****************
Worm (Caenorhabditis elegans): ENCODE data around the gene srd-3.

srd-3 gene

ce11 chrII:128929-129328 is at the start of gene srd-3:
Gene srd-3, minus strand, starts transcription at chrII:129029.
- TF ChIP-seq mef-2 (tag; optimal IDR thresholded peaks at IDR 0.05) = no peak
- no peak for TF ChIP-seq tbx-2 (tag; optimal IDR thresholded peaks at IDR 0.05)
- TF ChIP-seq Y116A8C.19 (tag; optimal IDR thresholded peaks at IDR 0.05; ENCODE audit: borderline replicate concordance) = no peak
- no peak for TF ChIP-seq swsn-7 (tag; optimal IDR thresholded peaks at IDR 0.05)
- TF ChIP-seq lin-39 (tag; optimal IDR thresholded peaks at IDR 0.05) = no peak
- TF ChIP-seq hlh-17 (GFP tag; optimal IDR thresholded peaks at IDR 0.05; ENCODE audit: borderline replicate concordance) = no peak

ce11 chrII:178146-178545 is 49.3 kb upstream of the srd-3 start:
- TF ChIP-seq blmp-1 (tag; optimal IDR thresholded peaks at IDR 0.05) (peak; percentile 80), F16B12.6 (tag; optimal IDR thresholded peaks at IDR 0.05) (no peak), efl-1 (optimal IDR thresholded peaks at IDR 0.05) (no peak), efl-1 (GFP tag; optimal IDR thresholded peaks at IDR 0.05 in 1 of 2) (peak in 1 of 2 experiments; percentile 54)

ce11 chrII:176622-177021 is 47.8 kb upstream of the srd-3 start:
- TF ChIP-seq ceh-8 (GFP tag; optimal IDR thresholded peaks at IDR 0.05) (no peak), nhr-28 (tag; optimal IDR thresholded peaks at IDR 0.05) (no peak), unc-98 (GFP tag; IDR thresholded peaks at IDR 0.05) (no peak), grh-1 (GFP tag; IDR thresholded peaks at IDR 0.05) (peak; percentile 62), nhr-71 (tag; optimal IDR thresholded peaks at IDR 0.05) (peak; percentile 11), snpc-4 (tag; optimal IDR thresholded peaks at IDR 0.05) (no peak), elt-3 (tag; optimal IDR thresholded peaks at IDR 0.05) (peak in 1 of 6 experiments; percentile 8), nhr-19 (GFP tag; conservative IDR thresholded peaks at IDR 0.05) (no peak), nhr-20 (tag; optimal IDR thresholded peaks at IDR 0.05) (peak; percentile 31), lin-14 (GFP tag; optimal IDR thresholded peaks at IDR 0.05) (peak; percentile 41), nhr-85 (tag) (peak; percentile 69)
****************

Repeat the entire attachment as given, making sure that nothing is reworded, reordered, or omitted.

Worm (Caenorhabditis elegans): ENCODE data around the gene srd-3.

srd-3 gene

ce11 chrII:128929-129328 is at the start of gene srd-3:
Gene srd-3, minus strand, starts transcription at chrII:129029.
- TF ChIP-seq mef-2 (tag; optimal IDR thresholded peaks at IDR 0.05) = no peak
- no peak for TF ChIP-seq tbx-2 (tag; optimal IDR thresholded peaks at IDR 0.05)
- TF ChIP-seq Y116A8C.19 (tag; optimal IDR thresholded peaks at IDR 0.05; ENCODE audit: borderline replicate concordance) = no peak
- no peak for TF ChIP-seq swsn-7 (tag; optimal IDR thresholded peaks at IDR 0.05)
- TF ChIP-seq lin-39 (tag; optimal IDR thresholded peaks at IDR 0.05) = no peak
- TF ChIP-seq hlh-17 (GFP tag; optimal IDR thresholded peaks at IDR 0.05; ENCODE audit: borderline replicate concordance) = no peak

ce11 chrII:178146-178545 is 49.3 kb upstream of the srd-3 start:
- TF ChIP-seq blmp-1 (tag; optimal IDR thresholded peaks at IDR 0.05) (peak; percentile 80), F16B12.6 (tag; optimal IDR thresholded peaks at IDR 0.05) (no peak), efl-1 (optimal IDR thresholded peaks at IDR 0.05) (no peak), efl-1 (GFP tag; optimal IDR thresholded peaks at IDR 0.05 in 1 of 2) (peak in 1 of 2 experiments; percentile 54)

ce11 chrII:176622-177021 is 47.8 kb upstream of the srd-3 start:
- TF ChIP-seq ceh-8 (GFP tag; optimal IDR thresholded peaks at IDR 0.05) (no peak), nhr-28 (tag; optimal IDR thresholded peaks at IDR 0.05) (no peak), unc-98 (GFP tag; IDR thresholded peaks at IDR 0.05) (no peak), grh-1 (GFP tag; IDR thresholded peaks at IDR 0.05) (peak; percentile 62), nhr-71 (tag; optimal IDR thresholded peaks at IDR 0.05) (peak; percentile 11), snpc-4 (tag; optimal IDR thresholded peaks at IDR 0.05) (no peak), elt-3 (tag; optimal IDR thresholded peaks at IDR 0.05) (peak in 1 of 6 experiments; percentile 8), nhr-19 (GFP tag; conservative IDR thresholded peaks at IDR 0.05) (no peak), nhr-20 (tag; optimal IDR thresholded peaks at IDR 0.05) (peak; percentile 31), lin-14 (GFP tag; optimal IDR thresholded peaks at IDR 0.05) (peak; percentile 41), nhr-85 (tag) (peak; percentile 69)